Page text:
“Theory and computational modelling of perceptual inference in language and action planning”

This sub-project functions within BQ5 to develop a formal theory and implement in a computational model with the goal of understanding the neural transformations that underlie structure generation in language and in action planning. A strong emphasis will be placed on operationalizing and formalizing the research questions of BQ5 into an overarching theoretical framework. In addition to your designing and implementing computational models to run your own simulations, you will also have the opportunity to collaborate with other members of the highly interdisciplinary Big Question 5 team and quite closely with the electrophysiology sub-project 2 of BQ5.
You are a creative and academically well-trained individual as evidenced by high-quality publications in top-ranked scientific journals. You should have obtained or are close to obtaining a PhD degree (or equivalent) in cognitive science, computer science, formal linguistics, mathematics, mathematical psychology, or computational cognitive neuroscience. A strong background in logic and rhetoric, and in theoretical work, is necessary. Experience with contemporary and traditional neural network modelling is highly desirable. Good programming skills (e.g., C, Python), and prior experience with computational modelling or formal models is required. You should have active interest in complex human cognitive functions, such as language, conceptual reasoning, artificial intelligence, computational cognitive neuroscience, and in bridging experimental and theoretical approaches via formalization. Previous experience with multidisciplinary research is desirable and a collaborative, open attitude with well-developed communication skills and a team-science interdisciplinary spirit are necessary.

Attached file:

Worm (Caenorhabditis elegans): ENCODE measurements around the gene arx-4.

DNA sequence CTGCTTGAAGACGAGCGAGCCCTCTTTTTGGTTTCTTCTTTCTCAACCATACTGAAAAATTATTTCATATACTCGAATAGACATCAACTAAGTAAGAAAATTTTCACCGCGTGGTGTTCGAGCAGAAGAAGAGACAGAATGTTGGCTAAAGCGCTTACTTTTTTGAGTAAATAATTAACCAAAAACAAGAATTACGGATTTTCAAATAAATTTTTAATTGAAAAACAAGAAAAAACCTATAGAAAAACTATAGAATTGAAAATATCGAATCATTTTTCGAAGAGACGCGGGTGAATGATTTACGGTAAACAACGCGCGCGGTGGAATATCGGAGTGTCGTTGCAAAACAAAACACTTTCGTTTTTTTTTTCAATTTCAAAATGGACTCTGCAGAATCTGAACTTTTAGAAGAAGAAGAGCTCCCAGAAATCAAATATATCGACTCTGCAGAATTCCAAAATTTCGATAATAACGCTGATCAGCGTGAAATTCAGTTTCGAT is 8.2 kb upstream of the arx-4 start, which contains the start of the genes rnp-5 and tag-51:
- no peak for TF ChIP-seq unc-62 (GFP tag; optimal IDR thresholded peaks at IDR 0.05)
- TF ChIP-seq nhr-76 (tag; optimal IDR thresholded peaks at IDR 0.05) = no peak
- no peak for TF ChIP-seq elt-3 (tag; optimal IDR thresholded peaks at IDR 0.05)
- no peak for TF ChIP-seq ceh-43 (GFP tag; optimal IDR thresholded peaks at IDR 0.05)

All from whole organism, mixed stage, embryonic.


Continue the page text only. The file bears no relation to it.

Applications from excellent candidates with a less than ideal profile will be equally considered.
Embedding and Terms of employment
This position will be held at the Donders Institute for Brain, Cognition and Behaviour, Centre for Cognitive Neuroimaging, Radboud University, Nijmegen, The Netherlands. The position will be embedded in, and enriched by contact with, the research groups of Andrea Martin and Iris van Rooij.
Contact Information
Dr. Andrea Martin and Dr. Iris van Rooij


Information on the application procedure or Apply directly

The main consortium website is

The application portal:

Thursday, August 22, 2019

Professorship to run MEG Center in Frankfurt

The Medical Faculty of the Johann Wolfgang Goethe University Frankfurt am Main, Brain Imaging Center, invites applications for the following position as public employee, starting at the next possible date:

Professorship (W2) for Magnetoencephalography

The successful candidate is expected to represent this subject in research and teaching. The holder of the position will be the scientific head of the Magnetoencephalography Unit (275-channel CTF MEG system) at the Brain Imaging Center (BIC). The BIC pursues research on the structure and function of the human brain. It is based on a cooperation between the Goethe University, the Max Planck Institute of Empirical Aesthetics, and the Ernst Strüngmann Institute.